The System is Not Perfect, Probably Never Will Be
I would like to say that fixed the problem, but no. Filing a complaint is a long process, in my case it took nine months and left me with more questions than answers. The District entered into a resolution agreement with OCR, it was found they did not have adequate procedures to respond to complaints of sexual harassment and have since adopted new sexual harassment policy. I don’t feel it was a thorough investigation or that parents were allowed adequate rebuttal opportunities. The behavior occurring at Meyer Elementary was never addressed, and they felt this was only an issue of children sitting in the teacher’s lap; not sexual harassment. I see a pattern of sexual grooming and feel the OCR missed or ignored this. Because the District had agreed to settle out of court with my family I could not appeal the decision.
While filing a complaint is an option, I would never suggest it be the only course you take. Since Title IX was passed in 1972, the Department of Education has done a poor job of providing guidance and ensuring schools are compliant with having adequate policy in place. Consequently, Districts may be lax in having and enforcing policy. I would strongly encourage you to take a long look at your District’s policy. If your District has adequate sexual harassment policy under Title IX, congratulations because I have not seen many that do. It has been suggested, OCR has been a non-entity in helping keep kids safe at school and after my experience, I agree.
My goal at this time is to write a second post to address in greater detail my experience with the Department of Education (DE) and some of the shortcomings I see from a parent perspective. We all need to be concerned with the policies that should protect our children. I plan to start addressing some of the policy issues in my own county as well. I have been organizing parents and have the support of some of the organizations I mention next in this post; hopefully we can start to make a difference for the children in the community.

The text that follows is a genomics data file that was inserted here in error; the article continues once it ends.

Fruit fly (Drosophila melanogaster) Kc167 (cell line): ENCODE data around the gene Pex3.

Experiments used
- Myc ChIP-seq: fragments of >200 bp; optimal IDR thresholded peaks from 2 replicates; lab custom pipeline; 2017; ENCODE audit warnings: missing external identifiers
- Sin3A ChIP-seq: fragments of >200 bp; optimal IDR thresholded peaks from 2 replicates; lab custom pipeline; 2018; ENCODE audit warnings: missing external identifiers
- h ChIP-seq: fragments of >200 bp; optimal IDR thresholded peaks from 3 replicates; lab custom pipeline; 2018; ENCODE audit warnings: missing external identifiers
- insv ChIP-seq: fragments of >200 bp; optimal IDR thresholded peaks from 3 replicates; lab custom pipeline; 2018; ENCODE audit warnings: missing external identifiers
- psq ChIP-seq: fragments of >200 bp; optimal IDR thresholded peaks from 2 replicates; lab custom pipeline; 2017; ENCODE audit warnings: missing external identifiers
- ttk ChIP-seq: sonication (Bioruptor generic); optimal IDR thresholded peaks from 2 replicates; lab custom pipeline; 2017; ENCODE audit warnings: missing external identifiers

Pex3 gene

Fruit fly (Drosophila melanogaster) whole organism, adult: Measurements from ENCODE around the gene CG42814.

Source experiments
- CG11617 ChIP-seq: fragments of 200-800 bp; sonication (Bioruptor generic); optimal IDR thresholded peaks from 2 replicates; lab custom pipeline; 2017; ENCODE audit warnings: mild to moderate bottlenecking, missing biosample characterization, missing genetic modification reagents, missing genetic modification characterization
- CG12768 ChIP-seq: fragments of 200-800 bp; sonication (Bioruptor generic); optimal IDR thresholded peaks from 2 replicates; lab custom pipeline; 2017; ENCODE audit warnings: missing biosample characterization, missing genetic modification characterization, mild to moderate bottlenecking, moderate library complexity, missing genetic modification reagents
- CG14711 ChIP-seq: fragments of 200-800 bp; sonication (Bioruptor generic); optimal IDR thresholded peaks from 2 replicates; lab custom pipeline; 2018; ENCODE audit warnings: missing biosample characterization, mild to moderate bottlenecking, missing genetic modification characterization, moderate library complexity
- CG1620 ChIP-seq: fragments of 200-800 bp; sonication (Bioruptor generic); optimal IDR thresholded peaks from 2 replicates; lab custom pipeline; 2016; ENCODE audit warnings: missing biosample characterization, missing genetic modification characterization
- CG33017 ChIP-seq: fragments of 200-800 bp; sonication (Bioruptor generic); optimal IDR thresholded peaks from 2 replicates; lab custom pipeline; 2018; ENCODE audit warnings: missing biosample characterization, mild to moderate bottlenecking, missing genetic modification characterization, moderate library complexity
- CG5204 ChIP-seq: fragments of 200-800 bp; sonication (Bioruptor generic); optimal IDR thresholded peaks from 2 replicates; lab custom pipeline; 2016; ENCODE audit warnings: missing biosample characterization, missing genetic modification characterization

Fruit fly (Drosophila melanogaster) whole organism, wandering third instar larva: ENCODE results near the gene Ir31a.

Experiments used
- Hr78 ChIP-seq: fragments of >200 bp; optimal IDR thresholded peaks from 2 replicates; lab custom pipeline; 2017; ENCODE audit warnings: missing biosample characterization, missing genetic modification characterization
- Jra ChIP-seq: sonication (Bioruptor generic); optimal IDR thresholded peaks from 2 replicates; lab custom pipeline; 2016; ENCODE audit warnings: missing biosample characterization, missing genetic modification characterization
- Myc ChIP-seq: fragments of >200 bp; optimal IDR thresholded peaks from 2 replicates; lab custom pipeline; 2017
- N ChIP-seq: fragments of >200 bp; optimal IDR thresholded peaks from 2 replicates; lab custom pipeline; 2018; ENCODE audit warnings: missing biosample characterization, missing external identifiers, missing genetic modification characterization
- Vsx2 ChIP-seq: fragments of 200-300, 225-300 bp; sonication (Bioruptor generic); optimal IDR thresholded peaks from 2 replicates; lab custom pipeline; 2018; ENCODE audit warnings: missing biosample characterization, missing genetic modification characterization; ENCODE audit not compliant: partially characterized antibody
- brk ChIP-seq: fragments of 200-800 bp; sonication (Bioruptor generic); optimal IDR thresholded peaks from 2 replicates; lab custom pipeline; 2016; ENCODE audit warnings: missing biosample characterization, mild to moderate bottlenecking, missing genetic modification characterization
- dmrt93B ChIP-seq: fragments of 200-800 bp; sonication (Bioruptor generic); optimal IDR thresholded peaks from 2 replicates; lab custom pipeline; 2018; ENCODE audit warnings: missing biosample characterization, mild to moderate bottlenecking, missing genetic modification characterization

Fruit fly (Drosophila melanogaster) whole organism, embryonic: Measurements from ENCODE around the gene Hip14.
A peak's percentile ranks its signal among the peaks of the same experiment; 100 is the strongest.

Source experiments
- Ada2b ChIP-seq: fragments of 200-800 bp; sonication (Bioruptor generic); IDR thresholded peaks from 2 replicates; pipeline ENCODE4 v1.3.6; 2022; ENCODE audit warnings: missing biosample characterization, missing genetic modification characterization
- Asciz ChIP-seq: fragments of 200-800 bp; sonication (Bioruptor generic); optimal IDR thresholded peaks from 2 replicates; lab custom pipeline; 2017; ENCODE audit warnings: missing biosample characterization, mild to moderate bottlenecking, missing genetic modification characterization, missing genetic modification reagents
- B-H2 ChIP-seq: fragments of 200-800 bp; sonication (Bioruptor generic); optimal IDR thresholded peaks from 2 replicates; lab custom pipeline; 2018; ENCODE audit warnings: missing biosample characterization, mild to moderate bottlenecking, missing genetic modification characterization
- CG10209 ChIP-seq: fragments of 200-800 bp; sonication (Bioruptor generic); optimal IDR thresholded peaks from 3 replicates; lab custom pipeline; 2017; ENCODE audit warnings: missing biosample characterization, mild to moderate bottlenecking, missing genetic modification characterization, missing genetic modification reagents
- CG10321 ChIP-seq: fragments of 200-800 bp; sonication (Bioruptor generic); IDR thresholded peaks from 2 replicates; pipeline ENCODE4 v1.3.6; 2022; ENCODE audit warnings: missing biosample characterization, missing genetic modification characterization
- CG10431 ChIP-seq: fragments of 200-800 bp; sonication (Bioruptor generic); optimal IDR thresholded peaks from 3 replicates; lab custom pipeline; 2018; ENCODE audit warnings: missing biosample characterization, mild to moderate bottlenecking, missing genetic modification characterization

Resources/ Spotting the Warning Signs
Everyone can do something to help prevent sexual abuse! It’s important to educate yourself on the pandemic of sexual abuse. Start with your own children; educate them on body safety, the Mama Bear Effect and Dream Catchers for Abused Children both have helpful resources.
Support Erin’s Law, the Department of Education recommends that all students receive age- appropriate sexual abuse prevention education but does not set precedence on how often this should occur they leave it to the Districts to decide. Under Erin’s Law, schools would be required to provide this important education to K-12 yearly.
I would strongly encourage you to read the book “Passing the Trash: A Parent’s Guide to Combat Sexual Abuse/Harassment of Their Children in School”, by Charles Hobson.
Stop Educator Sexual Abuse, Misconduct and Exploitation, Inc. SESAME advocates for students and families by offering support and access to information. They increase awareness of educator sexual abuse and insist upon policy to reduce the occurrences of abuse at school. SESAME also advocates for state and federal laws as a way to combat the instances of educator sexual abuse.
If you feel you need some help, or if you have questions about your District’s policy my name is Michelle and you can contact me at email@example.com I’m not an expert but I would be willing to offer advice, just please keep in mind I am not an attorney, and there is no substitute for finding a competent attorney. I’m also interested in hearing your stories, and about the sexual harassment policy your school does or does not have in place. If we don’t bring awareness to these problems they will never get any better.
We can all make differences in preventing sexual abuse and if we work together we can accomplish so much more! Thank you for taking the time to read my post. I hope this information is helpful to you and assists in keeping your children better protected at school and in the community from sexual harassment and abuse.
You May Also Like: Keeping Kids Safe in School